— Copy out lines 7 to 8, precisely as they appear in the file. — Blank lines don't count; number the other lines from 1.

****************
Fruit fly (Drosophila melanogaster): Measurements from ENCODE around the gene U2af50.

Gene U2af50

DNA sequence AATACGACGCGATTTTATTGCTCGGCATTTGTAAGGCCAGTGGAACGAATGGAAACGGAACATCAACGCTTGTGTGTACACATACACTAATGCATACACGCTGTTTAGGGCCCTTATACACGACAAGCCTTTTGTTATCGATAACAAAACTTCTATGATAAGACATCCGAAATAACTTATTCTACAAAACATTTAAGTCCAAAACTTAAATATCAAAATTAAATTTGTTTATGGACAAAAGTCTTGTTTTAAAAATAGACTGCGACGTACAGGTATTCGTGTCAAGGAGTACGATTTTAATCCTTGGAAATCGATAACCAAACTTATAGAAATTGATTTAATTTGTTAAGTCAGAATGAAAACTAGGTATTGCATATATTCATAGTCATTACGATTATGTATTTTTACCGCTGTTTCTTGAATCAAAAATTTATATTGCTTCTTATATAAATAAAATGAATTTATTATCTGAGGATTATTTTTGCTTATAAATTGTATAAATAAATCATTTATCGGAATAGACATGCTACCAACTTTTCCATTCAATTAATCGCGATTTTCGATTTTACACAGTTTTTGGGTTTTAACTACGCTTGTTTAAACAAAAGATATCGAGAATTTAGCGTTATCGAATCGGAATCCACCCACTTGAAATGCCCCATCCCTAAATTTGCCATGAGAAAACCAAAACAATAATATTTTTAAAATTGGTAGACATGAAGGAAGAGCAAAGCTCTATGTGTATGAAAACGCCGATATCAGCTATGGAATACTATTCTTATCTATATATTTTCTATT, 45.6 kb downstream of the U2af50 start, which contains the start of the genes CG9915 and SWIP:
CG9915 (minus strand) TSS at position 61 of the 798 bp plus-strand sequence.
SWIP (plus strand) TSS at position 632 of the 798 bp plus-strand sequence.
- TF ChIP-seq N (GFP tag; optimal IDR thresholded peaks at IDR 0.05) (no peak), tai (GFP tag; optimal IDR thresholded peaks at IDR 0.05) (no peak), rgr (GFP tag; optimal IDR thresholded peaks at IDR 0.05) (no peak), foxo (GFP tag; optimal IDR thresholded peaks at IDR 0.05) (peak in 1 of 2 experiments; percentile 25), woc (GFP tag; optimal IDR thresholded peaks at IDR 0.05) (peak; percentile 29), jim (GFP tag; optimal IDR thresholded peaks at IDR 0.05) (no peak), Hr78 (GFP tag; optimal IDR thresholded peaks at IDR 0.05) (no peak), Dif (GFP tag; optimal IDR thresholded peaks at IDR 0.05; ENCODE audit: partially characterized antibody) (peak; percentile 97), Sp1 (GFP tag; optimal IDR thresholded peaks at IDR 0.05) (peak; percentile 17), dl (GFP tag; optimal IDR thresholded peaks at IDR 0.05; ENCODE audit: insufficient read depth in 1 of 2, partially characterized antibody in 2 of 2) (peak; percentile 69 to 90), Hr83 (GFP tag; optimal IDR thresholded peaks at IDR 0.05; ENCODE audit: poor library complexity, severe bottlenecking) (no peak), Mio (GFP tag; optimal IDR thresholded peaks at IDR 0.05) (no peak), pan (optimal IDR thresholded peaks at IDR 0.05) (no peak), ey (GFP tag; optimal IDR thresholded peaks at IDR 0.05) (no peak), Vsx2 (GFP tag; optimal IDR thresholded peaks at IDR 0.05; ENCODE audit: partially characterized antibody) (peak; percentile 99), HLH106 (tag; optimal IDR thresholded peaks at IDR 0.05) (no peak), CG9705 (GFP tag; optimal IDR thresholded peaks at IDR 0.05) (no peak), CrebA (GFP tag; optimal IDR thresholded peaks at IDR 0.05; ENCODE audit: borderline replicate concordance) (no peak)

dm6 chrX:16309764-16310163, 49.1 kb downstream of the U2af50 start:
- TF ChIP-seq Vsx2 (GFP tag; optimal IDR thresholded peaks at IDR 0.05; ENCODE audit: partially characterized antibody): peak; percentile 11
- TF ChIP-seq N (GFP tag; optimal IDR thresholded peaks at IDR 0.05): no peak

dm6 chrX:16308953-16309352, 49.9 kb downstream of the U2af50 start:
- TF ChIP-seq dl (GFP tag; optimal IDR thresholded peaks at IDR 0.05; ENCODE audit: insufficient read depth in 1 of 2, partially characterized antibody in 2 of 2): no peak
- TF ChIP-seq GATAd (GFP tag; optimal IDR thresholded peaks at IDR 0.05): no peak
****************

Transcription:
dm6 chrX:16309764-16310163, 49.1 kb downstream of the U2af50 start:
- TF ChIP-seq Vsx2 (GFP tag; optimal IDR thresholded peaks at IDR 0.05; ENCODE audit: partially characterized antibody): peak; percentile 11